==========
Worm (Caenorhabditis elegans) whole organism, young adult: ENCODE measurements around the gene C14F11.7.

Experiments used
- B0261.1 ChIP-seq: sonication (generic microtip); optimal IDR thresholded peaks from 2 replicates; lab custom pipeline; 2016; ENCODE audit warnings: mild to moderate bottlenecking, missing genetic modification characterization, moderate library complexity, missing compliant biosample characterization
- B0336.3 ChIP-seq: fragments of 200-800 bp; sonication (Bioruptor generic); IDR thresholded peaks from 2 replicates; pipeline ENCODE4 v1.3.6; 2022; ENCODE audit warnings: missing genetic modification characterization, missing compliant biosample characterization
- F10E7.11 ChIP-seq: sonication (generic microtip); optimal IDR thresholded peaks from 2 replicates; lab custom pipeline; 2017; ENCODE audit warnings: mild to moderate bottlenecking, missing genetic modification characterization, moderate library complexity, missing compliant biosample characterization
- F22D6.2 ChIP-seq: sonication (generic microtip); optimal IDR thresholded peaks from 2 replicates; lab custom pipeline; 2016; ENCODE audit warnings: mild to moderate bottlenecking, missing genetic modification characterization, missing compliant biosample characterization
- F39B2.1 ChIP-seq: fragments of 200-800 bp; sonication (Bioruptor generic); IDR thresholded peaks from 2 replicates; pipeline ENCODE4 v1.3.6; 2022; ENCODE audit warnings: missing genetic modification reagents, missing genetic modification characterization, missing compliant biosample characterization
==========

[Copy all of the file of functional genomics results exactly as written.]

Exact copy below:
Worm (Caenorhabditis elegans) whole organism, young adult: ENCODE measurements around the gene C14F11.7.

Experiments used
- B0261.1 ChIP-seq: sonication (generic microtip); optimal IDR thresholded peaks from 2 replicates; lab custom pipeline; 2016; ENCODE audit warnings: mild to moderate bottlenecking, missing genetic modification characterization, moderate library complexity, missing compliant biosample characterization
- B0336.3 ChIP-seq: fragments of 200-800 bp; sonication (Bioruptor generic); IDR thresholded peaks from 2 replicates; pipeline ENCODE4 v1.3.6; 2022; ENCODE audit warnings: missing genetic modification characterization, missing compliant biosample characterization
- F10E7.11 ChIP-seq: sonication (generic microtip); optimal IDR thresholded peaks from 2 replicates; lab custom pipeline; 2017; ENCODE audit warnings: mild to moderate bottlenecking, missing genetic modification characterization, moderate library complexity, missing compliant biosample characterization
- F22D6.2 ChIP-seq: sonication (generic microtip); optimal IDR thresholded peaks from 2 replicates; lab custom pipeline; 2016; ENCODE audit warnings: mild to moderate bottlenecking, missing genetic modification characterization, missing compliant biosample characterization
- F39B2.1 ChIP-seq: fragments of 200-800 bp; sonication (Bioruptor generic); IDR thresholded peaks from 2 replicates; pipeline ENCODE4 v1.3.6; 2022; ENCODE audit warnings: missing genetic modification reagents, missing genetic modification characterization, missing compliant biosample characterization